A WOMAN who suffered horrific sexual abuse has teamed up with her niece who almost lost her life to form a survivors' group for domestic abuse victims.

Lynne Mackenzie, 47, and Amy Macdonald, 23, have set up a new organisation in Inverclyde aimed at offering support and advice to ladies trying to free themselves from abusive partners.

They say their Rise Against Abuse organisation, a community interest company, will be a 'one-stop shop' to help women tormented by physical, sexual or emotional abuse.

Amy, 23, a law graduate and trainee solicitor, told the Tele how she grew up watching her mother suffer - and she didn't realise how she herself had been affected until years later.

She said: "My mum did try to leave the perpetrator on a few occasions.

"This man tried to kill us, using a car as a weapon, driving it off the road.

"It happened a few times.

"When mum was able to leave, she then got into another abusive relationship and the cycle continued.

"Once you have been in an abusive relationship, many women feel like they are almost conditioned to accept abuse as a way of life.

"We want to change that."

Lynne, 47, said: "People don't always need to lift a hand to be coercive and control your life, and we want to educate women about that and help them move towards a better life."

Lynne, Amy's mum's sister, was sexually abused at a young age and then went on to have various abusive relationships.

She said: "We understand because we have been through this ordeal ourselves.

"We are a survivor-led organisation, all staff have been through abuse."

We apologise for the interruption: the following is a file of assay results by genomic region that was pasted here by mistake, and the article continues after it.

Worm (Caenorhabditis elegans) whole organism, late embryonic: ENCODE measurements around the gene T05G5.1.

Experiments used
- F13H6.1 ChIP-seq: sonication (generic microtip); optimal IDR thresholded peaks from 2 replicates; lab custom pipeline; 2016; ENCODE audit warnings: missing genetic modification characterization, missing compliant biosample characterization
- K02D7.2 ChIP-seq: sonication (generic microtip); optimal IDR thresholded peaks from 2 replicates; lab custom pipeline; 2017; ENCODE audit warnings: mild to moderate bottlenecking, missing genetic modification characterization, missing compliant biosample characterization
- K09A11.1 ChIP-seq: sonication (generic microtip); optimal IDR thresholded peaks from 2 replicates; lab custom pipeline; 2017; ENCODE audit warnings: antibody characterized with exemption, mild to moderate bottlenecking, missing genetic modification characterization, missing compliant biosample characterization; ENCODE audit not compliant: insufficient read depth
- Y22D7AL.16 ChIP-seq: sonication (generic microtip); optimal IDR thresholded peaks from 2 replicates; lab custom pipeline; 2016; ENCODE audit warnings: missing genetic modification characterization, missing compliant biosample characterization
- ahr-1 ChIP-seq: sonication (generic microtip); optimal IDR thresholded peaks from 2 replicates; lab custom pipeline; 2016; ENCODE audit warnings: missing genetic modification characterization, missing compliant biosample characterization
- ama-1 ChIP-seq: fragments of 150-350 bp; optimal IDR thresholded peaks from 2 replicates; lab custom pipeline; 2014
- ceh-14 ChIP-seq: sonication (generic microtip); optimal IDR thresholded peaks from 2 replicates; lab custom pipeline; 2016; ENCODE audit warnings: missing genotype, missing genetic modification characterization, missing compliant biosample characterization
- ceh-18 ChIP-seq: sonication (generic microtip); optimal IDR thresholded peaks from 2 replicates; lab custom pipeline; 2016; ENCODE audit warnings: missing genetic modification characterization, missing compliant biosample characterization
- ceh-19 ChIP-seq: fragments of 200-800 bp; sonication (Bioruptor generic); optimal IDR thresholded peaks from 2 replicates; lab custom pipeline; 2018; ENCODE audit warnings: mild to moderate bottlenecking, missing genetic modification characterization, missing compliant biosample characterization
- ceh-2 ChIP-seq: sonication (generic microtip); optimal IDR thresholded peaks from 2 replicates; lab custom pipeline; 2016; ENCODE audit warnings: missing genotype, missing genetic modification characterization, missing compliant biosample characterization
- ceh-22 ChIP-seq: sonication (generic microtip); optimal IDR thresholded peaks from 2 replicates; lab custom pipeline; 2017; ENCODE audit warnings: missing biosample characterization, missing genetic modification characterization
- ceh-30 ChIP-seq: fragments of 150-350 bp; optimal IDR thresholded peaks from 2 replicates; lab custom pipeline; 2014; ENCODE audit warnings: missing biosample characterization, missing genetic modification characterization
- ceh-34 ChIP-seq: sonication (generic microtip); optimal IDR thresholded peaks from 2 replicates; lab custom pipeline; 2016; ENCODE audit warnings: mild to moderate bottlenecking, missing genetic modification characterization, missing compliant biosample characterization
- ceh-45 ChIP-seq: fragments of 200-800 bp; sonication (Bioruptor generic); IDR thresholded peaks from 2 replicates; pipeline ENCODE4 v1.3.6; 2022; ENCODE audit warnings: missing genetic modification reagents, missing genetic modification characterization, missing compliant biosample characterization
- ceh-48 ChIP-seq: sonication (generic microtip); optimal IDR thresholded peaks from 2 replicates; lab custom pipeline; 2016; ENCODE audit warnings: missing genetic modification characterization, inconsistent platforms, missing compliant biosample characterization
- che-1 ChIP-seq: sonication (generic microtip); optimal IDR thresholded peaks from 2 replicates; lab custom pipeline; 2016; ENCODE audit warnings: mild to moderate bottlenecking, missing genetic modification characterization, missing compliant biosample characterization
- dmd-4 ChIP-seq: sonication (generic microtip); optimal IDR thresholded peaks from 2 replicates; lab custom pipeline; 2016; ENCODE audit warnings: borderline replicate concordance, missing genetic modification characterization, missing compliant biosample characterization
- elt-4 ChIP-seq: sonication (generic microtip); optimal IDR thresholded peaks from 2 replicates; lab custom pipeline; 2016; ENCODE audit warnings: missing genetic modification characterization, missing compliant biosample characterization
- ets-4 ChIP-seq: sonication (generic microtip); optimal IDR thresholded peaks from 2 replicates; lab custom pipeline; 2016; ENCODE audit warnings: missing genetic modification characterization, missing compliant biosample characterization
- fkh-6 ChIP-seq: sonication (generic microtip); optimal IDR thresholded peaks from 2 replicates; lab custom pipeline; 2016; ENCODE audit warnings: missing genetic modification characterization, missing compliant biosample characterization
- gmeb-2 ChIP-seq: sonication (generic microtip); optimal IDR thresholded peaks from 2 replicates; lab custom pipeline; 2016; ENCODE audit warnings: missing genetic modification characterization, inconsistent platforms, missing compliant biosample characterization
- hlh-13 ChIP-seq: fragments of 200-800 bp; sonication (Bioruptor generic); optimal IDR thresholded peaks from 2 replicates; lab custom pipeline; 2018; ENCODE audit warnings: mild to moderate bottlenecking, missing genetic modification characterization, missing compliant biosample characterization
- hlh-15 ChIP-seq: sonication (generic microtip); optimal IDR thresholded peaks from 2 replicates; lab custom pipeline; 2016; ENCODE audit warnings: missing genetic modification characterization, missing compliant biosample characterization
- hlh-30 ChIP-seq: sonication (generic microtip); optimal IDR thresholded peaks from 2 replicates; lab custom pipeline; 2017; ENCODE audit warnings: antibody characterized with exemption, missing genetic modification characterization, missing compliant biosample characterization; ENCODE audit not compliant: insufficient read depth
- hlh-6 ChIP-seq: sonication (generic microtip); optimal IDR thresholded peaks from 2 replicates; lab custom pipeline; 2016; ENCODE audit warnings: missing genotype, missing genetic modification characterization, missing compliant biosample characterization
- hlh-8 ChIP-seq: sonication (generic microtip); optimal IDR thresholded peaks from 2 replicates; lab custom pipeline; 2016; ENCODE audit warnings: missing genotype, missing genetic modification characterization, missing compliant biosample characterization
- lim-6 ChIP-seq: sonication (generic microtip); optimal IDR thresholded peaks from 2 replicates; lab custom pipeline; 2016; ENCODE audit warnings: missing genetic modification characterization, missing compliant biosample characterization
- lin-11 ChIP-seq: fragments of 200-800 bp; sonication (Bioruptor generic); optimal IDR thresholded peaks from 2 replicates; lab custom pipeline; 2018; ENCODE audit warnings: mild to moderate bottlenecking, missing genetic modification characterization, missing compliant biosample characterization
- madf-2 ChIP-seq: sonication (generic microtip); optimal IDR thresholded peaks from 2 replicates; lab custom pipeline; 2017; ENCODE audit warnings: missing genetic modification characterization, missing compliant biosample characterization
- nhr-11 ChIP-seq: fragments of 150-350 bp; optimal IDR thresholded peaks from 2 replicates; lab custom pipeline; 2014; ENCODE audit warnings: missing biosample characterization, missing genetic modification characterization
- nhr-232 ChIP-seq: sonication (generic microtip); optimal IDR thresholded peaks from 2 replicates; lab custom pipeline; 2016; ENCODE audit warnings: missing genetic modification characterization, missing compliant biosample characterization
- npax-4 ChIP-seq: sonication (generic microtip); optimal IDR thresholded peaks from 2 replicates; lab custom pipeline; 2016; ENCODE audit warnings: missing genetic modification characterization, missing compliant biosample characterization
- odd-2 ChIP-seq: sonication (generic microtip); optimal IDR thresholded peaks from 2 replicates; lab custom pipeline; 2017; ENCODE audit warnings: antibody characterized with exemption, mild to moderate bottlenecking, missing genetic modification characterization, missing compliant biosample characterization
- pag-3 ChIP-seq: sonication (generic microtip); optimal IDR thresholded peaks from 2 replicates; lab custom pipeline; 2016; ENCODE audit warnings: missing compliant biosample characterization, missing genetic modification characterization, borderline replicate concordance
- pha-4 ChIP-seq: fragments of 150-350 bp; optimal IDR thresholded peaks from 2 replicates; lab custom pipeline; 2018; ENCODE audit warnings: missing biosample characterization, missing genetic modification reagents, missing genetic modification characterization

The women say discovering The Freedom Programme, a self-help method created by acclaimed author Pat Craven, helped them has unlocked the key to moving on.

The course examines the roles played by attitudes and actions of abusive men, as well as the responses of victims and survivors to help people understand what is happening to them.

The two women have applied for funding and are looking at a few venues in Inverclyde to host face-to-face support groups in the new year.

They say they have the advantage of being able to provide legal help as well.

Amy said: "I helped 60 women through the court process last year and we also have other paralegals and legal advisors on our staff.

"We want to give women caught in this cycle a way out and access to the justice system.

"Some women have been told they don't qualify for legal aid because some solicitors don't accept it.

"They have been told to sell their homes to pay legal costs and we want to relieve that burden."

Mum-of-two Lynne said one former partner used her children as a form of control and told how she feared he would kill her if she tried to leave.

When they did split up, she suffered post-separation abuse.

She says the Freedom course they use gives people the know-how to see there is life after they leave and it allowed Lynne to see how she and her children were being controlled by her partner.

She said: "I always knew when a row was coming and I would get the kids into their bedroom.

"I'm sure they wondered why mum was crying all the time."

The company will work with different partner agencies to offer counselling, legal advice, practical help, such as with budgeting, as well as offering access to the Freedom Programme that helped both founders.

For more information visit www.riseagainstabuse.com call 07780377420 or email info@riseagainstabuse.com